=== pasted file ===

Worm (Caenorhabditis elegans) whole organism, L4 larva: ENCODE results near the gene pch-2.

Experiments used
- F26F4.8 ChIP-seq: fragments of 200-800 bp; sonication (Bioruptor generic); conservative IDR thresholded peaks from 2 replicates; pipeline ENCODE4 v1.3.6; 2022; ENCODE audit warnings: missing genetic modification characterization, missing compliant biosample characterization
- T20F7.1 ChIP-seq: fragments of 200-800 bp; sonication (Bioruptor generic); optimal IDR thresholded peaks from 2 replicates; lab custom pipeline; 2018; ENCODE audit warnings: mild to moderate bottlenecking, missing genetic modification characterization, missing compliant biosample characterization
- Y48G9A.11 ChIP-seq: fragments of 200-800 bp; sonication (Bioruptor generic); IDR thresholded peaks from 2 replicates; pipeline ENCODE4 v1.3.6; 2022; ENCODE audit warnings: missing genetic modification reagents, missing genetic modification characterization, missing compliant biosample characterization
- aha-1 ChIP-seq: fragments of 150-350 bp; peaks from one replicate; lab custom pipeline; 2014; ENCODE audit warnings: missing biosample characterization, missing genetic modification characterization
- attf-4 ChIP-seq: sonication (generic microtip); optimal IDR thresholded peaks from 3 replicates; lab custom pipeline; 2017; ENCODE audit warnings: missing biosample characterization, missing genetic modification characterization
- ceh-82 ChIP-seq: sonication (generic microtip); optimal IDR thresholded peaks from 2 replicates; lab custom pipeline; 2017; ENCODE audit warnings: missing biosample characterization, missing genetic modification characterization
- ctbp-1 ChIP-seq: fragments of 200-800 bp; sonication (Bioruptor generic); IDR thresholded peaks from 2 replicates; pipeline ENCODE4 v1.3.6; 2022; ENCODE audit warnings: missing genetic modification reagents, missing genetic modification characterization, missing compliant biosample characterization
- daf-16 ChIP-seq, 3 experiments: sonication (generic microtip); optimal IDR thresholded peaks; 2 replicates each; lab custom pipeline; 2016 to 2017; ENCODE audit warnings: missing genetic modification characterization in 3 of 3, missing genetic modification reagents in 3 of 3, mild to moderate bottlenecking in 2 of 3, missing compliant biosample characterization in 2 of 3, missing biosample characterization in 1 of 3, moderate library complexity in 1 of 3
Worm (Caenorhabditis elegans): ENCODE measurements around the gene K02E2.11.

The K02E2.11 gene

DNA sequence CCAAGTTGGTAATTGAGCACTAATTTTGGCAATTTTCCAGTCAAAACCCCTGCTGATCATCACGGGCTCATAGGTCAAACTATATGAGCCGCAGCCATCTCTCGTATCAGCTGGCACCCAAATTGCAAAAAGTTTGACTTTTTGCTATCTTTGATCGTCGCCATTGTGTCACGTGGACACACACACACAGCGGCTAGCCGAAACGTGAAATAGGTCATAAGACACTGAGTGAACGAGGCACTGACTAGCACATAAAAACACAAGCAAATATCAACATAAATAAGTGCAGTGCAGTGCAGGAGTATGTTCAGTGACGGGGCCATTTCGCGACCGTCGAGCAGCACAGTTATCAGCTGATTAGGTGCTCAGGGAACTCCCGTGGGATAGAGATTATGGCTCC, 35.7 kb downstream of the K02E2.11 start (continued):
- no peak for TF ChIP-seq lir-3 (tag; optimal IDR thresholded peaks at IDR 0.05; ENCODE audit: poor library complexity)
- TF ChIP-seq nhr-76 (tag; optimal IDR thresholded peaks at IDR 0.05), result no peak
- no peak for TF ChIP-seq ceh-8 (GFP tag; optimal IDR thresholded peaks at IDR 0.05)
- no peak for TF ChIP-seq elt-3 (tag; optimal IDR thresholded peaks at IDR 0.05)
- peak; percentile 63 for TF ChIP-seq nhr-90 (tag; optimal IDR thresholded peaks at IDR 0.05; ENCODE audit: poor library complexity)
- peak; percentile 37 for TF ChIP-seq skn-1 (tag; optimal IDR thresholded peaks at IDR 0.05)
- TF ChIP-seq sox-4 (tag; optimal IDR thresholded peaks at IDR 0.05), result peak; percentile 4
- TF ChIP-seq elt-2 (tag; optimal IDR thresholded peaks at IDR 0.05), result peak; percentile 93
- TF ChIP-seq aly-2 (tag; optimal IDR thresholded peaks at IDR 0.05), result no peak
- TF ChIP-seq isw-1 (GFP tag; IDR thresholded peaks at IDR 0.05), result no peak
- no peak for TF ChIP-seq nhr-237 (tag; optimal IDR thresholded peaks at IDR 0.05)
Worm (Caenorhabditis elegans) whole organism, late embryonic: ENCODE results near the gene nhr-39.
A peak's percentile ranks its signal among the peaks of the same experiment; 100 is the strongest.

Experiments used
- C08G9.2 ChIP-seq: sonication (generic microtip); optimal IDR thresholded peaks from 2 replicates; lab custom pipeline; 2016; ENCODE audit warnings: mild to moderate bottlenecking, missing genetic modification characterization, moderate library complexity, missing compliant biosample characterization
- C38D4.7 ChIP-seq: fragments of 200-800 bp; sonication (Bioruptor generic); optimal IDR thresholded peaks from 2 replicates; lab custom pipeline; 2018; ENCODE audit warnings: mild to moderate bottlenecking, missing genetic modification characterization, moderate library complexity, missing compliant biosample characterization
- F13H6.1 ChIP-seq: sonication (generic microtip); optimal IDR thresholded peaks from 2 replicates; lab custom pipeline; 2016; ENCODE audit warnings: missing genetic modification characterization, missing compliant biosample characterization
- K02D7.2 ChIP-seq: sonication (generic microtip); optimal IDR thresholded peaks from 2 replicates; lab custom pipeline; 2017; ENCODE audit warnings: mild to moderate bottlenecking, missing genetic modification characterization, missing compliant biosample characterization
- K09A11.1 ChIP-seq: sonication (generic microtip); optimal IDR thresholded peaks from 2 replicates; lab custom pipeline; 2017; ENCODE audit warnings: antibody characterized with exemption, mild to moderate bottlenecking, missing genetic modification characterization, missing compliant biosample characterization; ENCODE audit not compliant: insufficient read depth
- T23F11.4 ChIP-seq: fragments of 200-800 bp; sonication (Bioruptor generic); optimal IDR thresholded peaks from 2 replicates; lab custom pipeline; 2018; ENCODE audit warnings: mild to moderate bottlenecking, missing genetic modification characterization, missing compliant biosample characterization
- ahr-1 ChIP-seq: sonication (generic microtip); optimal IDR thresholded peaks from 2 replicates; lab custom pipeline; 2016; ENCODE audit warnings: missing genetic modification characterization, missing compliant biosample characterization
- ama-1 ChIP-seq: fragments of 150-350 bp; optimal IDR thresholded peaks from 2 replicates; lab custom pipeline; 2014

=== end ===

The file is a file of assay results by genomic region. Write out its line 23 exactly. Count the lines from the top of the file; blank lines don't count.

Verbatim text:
- TF ChIP-seq isw-1 (GFP tag; IDR thresholded peaks at IDR 0.05), result no peak